Future directions for the World Climate Research Programme
The worldwide climate research community has talent, dedication, and a clear sense of knowledge gaps. It needs to close those gaps and convey its messages effectively to user communities.
This image, taken from a broader simulation of climate in the 20th century generated by the Community Climate Model (CESM), depicts environmental variables including sea surface temperatures and sea ice concentrations. Simulating past conditions and comparing them to past observations helps scientists verify a model’s accuracy. Credit: UCAR
As climate uncertainties increase on many fronts, the international climate research community is taking stock of its current research efforts and developing an evolving set of strategies to address these uncertainties with relevance and skill. The community displays a strong sense of urgency and commitment, even in the face of substantial social, political, and financial obstacles. However, representatives and leaders of the community must address cuts and redistribution of research funding, support the efforts of numerous volunteers, and develop and disseminate a compelling message to sustain the focus and commitment of this valuable research community.
With partners from the national and international assessments community, climate scientists urgently need to evaluate recent research as well as scientific and political outcomes from a mutual and timely vantage point: to view assessment report products in light of ongoing research and, conversely, to scrutinize the directions of ongoing climate research following recent national and international assessments. However, valid concerns have emerged within the research community about the present focus and impact of climate research and about the probable effort and impact of subsequent assessments. These concerns center around the quality of subsequent products: How can the research community ensure substantial rather than incremental improvements, and will the impacts justify the efforts?
To address these concerns, science leaders from the World Climate Research Programme(WCRP) and the Intergovernmental Panel on Climate Change (IPCC) are in deep collaboration. Together, they have outlined several knowledge gaps.
Speaking for WCRP, we recognize that addressing these knowledge gaps requires continual reexamination. WCRP’s evolution must ensure relevant and timely science outcomes in the context of immediate and longer-term efforts to mitigate climate change while recognizing political and funding challenges.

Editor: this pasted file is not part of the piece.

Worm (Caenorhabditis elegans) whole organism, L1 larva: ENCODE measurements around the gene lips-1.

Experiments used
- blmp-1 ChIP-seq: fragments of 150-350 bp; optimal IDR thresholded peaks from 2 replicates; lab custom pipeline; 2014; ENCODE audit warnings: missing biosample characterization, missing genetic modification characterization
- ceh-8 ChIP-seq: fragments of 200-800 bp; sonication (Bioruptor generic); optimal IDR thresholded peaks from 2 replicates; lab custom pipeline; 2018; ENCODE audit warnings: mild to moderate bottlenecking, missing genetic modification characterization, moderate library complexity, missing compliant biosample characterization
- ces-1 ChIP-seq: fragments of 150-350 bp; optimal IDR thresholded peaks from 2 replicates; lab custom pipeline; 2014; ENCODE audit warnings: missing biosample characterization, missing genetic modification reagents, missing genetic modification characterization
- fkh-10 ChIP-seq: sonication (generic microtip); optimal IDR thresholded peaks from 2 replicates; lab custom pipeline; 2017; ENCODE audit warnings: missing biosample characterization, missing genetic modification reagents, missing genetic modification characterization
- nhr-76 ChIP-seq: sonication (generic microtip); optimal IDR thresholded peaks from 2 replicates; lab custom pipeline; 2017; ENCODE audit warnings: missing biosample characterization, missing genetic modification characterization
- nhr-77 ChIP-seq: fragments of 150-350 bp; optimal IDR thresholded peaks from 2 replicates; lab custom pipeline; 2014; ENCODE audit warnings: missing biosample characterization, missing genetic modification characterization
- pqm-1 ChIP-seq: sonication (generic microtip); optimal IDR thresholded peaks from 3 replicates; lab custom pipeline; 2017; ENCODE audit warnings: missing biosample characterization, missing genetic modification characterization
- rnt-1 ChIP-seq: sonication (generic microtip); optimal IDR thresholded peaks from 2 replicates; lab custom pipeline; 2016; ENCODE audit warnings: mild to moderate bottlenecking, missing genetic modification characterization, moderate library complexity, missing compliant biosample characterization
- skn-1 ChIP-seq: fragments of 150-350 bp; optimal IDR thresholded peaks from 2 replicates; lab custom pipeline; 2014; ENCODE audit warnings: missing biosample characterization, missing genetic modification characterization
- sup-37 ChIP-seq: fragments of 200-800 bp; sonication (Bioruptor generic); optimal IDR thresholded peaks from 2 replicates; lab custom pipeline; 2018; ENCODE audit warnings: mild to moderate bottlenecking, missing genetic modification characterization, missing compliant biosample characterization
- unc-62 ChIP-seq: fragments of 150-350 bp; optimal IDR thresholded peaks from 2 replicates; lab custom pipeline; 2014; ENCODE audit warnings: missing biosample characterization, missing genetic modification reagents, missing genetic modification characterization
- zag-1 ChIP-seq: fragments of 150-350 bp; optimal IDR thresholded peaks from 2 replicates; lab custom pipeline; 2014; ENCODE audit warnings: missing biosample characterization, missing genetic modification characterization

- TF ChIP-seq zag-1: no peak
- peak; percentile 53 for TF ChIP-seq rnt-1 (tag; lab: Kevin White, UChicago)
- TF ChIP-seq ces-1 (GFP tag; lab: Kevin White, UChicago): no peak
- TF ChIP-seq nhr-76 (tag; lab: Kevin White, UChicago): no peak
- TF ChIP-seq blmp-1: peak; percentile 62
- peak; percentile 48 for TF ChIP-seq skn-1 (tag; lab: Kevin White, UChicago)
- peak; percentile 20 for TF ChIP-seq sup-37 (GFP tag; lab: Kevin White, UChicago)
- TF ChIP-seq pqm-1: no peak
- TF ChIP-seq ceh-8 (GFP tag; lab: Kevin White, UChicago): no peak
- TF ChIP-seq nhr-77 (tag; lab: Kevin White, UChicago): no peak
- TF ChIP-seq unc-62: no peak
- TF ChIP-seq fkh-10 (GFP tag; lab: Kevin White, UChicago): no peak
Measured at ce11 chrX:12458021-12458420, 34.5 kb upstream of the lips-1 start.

Research and Assessment Communities Meet
In the absence of an internationally agreed-upon and funded climate research strategy, the WCRP, on behalf of the World Meteorological Organization, the International Council for Science, and the Intergovernmental Oceanographic Commission, assumes the daunting tasks of planning and coordinating international efforts on climate research. The WCRP, a multinational consortium established in 1980, has undergone internal refreshment and refocusing since 2011.
Following extensive engagement with the research community, WCRP identified five climate science “grand challenges.” These call for community focus and rapid progress on the following topics:
- clouds and atmospheric circulation
- regional sea level
- climate extremes
- water availability
- rapid cryosphere changes
As the WCRP grand challenges developed, the IPCC, the United Nations organization charged with producing periodic climate assessments, was working on its Fifth Assessment Report (AR5). This report, based largely on WCRP-led or -coordinated research and modeling activities, was released in 2014. AR5 Working Group I (Climate Change 2013: The Physical Science Basis)placed special emphasis on WCRP’s work.
The World Climate Research Programme (WCRP) seeks to understand and predict present and future flows of heat, water, and carbon in atmospheric, land, oceanic, and ice systems through skillful use, intercomparison, and sharing of models and observations. WCRP presently focuses it efforts through grand challenges (hexagons). We recognize the need to increasingly ensure continuity and fidelity from global climate data to socially useful regionally focused information.